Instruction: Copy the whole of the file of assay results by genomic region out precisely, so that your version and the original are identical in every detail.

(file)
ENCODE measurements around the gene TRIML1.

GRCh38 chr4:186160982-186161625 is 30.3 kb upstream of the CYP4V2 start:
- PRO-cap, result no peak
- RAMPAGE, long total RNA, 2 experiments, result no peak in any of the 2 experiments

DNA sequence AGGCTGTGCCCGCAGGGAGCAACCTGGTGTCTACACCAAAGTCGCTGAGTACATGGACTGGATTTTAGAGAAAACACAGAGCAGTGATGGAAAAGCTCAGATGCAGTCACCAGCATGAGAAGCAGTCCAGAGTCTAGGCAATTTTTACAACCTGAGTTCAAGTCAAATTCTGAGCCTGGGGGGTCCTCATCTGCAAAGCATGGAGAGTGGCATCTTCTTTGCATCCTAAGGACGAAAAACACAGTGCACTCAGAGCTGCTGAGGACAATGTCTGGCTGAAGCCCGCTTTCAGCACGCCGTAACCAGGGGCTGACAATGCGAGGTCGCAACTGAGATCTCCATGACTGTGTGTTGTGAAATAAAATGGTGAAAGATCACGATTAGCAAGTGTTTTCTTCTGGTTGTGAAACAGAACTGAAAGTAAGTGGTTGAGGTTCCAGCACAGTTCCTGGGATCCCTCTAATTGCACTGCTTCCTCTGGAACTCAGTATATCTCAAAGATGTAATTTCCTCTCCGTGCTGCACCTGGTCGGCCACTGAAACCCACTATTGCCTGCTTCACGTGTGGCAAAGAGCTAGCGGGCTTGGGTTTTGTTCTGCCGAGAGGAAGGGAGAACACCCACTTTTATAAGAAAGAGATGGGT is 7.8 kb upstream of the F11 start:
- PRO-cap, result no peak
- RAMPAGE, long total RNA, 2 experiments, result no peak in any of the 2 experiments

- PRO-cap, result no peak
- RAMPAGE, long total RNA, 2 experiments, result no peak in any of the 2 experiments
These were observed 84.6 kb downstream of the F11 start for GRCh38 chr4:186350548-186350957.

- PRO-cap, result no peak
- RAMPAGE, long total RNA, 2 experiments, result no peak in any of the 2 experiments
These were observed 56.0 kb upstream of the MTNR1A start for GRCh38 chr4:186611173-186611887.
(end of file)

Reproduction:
ENCODE measurements around the gene TRIML1.

GRCh38 chr4:186160982-186161625 is 30.3 kb upstream of the CYP4V2 start:
- PRO-cap, result no peak
- RAMPAGE, long total RNA, 2 experiments, result no peak in any of the 2 experiments

DNA sequence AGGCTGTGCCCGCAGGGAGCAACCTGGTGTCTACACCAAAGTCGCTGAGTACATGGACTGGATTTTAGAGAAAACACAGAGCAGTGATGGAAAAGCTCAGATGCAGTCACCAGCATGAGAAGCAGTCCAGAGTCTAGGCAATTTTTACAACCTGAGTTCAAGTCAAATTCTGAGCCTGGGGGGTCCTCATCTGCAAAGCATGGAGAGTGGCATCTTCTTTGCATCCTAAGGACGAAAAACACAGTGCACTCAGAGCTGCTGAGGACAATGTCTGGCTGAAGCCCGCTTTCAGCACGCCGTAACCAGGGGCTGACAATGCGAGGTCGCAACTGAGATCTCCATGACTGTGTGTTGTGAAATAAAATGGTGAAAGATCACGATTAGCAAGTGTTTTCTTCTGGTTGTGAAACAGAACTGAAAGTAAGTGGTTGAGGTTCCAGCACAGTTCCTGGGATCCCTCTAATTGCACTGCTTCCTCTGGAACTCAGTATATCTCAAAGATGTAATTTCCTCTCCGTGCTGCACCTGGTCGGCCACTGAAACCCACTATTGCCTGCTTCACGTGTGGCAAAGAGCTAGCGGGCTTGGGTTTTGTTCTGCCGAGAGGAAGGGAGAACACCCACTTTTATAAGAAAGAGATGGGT is 7.8 kb upstream of the F11 start:
- PRO-cap, result no peak
- RAMPAGE, long total RNA, 2 experiments, result no peak in any of the 2 experiments

- PRO-cap, result no peak
- RAMPAGE, long total RNA, 2 experiments, result no peak in any of the 2 experiments
These were observed 84.6 kb downstream of the F11 start for GRCh38 chr4:186350548-186350957.

- PRO-cap, result no peak
- RAMPAGE, long total RNA, 2 experiments, result no peak in any of the 2 experiments
These were observed 56.0 kb upstream of the MTNR1A start for GRCh38 chr4:186611173-186611887.